Stress & Health Part 3: Immunity

Why is it that the moment you take your foot off the gas you become ill?  Or perhaps infections – of one kind or another – keep returning with frustrating frequency?  Perhaps you just can’t shake that feeling of malaise?

Your immune system is a marvellous thing. In fact, it’s stunning. The number of immune related messages being passed around your body every minute of every day is mind-boggling. Your immune system – in its beautiful entirety – is immense. It’s a huge ‘firm’; a colossal international corporate beast! Just for starters, the trillions of bacteria in your gut are signed-up as workers. Also your white blood cells, which are like department managers, producing teams that travel about testing, then accepting (or flagging-up and removing) suspicious looking packages. Your blood and lymph vessels offer infrastructure to the organisation, providing superhighways that ship immune system workers from A to B. And organs including your liver, thymus and spleen are like national branches of the company.  The intricate working of your immune system is complex, but there is one key concept that’s easy enough to grasp.  It’s this: For your immune system to be well run and have happy workers, it needs to be able to switch on and switch off inflammation.

What you might not know is that some hormones moonlight as immune system workers too. A notable and influential hormone here is cortisol – your stress management hormone!  Could this hold the key to illness striking the moment you start to relax and unwind?

The problem with chronic, long-term stress is it demands that your body produce large amounts the hormone cortisol.

A reminder of what we might consider chronic stressors to be:

  • A busy lifestyle, job or relationship that makes you feel overwhelmed or anxious
  • Poor nutrition
  • Lack of sleep
  • Pain, illness or infection
  • Toxic exposure
  • Overtraining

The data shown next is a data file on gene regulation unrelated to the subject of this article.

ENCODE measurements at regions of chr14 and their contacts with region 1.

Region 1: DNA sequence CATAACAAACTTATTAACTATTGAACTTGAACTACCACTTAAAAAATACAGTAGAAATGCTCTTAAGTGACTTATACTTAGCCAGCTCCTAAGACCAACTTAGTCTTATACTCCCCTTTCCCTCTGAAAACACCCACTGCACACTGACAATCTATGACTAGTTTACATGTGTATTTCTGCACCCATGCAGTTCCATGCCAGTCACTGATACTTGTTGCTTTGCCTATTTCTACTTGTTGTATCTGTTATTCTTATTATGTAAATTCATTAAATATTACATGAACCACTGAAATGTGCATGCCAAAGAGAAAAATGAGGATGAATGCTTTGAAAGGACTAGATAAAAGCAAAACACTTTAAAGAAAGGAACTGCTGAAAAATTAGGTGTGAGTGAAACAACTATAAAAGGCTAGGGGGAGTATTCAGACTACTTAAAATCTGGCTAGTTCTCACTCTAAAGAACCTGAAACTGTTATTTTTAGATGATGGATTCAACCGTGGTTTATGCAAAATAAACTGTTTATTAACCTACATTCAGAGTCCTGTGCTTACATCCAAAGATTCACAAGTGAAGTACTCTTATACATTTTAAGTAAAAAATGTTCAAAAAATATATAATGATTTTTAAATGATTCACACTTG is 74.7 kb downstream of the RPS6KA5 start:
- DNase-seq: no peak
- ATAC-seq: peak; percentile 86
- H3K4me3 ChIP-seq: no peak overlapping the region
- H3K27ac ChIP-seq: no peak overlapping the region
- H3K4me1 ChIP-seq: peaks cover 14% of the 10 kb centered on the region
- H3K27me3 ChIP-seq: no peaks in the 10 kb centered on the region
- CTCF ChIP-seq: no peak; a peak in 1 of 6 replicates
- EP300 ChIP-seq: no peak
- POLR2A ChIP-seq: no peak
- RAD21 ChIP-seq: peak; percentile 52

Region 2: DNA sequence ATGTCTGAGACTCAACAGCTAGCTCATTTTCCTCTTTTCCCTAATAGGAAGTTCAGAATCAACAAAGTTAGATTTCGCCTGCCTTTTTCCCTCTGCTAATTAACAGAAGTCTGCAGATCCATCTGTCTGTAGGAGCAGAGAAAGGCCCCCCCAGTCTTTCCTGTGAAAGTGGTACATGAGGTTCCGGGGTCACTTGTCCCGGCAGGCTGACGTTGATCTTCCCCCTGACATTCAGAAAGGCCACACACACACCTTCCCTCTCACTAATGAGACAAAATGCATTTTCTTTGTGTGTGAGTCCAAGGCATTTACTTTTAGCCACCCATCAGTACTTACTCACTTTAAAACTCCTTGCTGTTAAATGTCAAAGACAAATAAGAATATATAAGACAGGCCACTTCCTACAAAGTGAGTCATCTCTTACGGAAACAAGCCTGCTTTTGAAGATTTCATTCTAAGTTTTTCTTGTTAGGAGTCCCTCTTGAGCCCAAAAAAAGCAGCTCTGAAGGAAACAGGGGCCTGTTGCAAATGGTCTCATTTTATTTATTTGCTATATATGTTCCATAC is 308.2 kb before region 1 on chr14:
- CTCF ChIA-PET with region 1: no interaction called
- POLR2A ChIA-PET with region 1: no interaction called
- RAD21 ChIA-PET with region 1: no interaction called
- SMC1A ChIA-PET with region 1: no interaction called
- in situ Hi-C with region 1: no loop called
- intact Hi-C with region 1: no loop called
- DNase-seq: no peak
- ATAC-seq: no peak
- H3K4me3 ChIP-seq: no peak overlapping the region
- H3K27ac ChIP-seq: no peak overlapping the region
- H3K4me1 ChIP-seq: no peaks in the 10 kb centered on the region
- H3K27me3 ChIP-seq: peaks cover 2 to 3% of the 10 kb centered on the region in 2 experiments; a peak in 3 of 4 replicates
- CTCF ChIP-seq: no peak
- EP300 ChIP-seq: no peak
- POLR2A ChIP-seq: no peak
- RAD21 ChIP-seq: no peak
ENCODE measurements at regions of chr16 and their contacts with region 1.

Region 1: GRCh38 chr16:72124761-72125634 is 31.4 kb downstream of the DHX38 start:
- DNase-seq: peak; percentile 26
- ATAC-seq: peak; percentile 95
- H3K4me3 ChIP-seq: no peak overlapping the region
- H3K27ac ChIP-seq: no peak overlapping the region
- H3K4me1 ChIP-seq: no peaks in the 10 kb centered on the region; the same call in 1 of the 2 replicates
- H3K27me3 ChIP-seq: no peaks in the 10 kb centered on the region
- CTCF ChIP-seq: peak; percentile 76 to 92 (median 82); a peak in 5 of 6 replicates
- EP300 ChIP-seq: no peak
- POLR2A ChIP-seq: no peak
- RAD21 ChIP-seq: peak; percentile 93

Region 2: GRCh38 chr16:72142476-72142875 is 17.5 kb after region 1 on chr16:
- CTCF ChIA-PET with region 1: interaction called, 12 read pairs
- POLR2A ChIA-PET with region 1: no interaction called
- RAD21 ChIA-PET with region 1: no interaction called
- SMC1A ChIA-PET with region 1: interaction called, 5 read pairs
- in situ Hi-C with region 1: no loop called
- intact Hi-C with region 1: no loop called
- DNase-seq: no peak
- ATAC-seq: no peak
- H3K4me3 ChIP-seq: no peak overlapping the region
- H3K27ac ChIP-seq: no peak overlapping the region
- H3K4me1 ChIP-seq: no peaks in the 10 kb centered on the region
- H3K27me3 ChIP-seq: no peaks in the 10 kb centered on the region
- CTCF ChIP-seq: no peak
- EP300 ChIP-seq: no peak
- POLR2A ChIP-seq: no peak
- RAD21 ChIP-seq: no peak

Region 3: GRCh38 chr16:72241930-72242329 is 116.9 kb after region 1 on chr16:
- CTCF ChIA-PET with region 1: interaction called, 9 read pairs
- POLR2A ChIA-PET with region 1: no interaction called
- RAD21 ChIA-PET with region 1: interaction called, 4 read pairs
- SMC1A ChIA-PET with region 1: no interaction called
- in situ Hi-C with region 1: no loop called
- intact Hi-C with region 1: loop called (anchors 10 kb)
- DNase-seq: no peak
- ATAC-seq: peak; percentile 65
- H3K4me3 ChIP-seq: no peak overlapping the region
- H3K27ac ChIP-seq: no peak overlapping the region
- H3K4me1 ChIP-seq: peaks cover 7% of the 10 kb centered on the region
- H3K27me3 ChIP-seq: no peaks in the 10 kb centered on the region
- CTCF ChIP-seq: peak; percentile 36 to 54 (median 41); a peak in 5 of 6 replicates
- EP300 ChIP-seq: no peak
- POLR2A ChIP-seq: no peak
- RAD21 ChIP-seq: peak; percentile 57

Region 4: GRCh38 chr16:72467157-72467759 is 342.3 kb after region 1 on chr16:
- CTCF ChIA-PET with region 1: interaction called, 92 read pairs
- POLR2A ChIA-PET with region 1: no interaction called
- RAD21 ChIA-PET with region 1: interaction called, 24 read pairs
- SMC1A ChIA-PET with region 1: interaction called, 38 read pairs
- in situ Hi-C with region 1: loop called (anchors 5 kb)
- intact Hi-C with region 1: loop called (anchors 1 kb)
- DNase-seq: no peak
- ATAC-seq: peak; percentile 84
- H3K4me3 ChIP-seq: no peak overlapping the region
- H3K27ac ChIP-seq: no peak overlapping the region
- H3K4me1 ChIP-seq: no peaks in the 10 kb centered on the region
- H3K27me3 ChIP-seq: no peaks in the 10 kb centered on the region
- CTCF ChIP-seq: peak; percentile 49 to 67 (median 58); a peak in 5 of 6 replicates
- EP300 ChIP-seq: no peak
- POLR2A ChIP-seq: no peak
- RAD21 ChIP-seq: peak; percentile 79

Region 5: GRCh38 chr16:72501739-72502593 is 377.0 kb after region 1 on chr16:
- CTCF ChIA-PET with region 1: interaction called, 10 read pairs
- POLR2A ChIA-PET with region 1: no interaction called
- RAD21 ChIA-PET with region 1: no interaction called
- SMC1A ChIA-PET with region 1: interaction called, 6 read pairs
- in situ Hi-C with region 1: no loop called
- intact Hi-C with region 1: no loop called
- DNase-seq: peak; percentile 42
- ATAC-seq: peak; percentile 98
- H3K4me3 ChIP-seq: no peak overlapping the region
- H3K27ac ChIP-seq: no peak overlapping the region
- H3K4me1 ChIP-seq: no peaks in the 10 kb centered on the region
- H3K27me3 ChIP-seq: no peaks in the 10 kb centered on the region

Cortisol has responsibilities within the immune system corporation. It plays an anti-inflammatory role. It’s very closely related to cortisone, the steroid that’s prescribed by the doctor to help manage inflammatory conditions.

If too much cortisol is churned out in response to unrelenting daily stressors – or insufficient stress management techniques – its overproduction can undermine the immune system, making illness and infection far more likely. This is because some inflammation is needed to fight infection. It is at this point you should listen to the wake-up call and make some focussed lifestyle changes, because otherwise you run the risk of problems escalating.

Over time the impact of chronic stress shifts. Your body tends to change tack because it’s careful not to over-egg things for too long. Surely it shouldn’t keep listening to cortisol’s anti-inflammatory message?  Maybe the fact that nothing is changing means it should ‘move with the times’?  So, it adapts to the new situation if finds itself in. Cortisol’s call to reduce inflammation becomes less effective, and with that inflammation starts to rise. Too much unmanaged inflammation is not a good thing. Inflammatory markers – when left unchecked – may become problematic and can be linked back to fatigue, depression, digestive disorders, food sensitivity, autoimmune conditions, weight gain, diabetes, heart disease, cancer and much more. If you haven’t taken notice of your body’s cry for help before this time, now really is the time to act.

Managing stress to support your immune system:

  1. Listen to your body and be honest with yourself. If you recognize that one or more of the stressors listed above relate to you, and you’re suffering from ill health (or simply feel below par), acknowledge that action needs to be taken.
  2. Get enough sleep. Making 8 hours of sleep a priority every night is one of the simplest (and cheapest!) ways to start managing the production of stress hormones.
  3. Work hard on your nutrition. Educate yourself on how to eat nourishing, well-balanced meals.
  4. Stop pushing yourself so hard at the gym. If too much cortisol is an issue for you you’re likely to notice improved strength and fitness by factoring in more rest days.
  5. Don’t overcommit to things, especially if they don’t make you happy or they’re unrewarding. It’s time to put your wellbeing first.
  6. Consider guided meditation to support your emotional health. Meditation is well documented for its ability to reduce cortisol levels.

And remember, you don’t have to do this alone. I get that life is busy and that it’s often hard to know where to start (and that sometimes, the energy just isn’t there to figure it all out by yourself). If you’d like support in getting energised, fit and well I can guide, encourage and support you towards optimal happiness, health and wellbeing.

Also in this series: Stress & Health Part 1: Anxiety and Stress & Health Part 2: Digestion

You can find out more about cortisol here.

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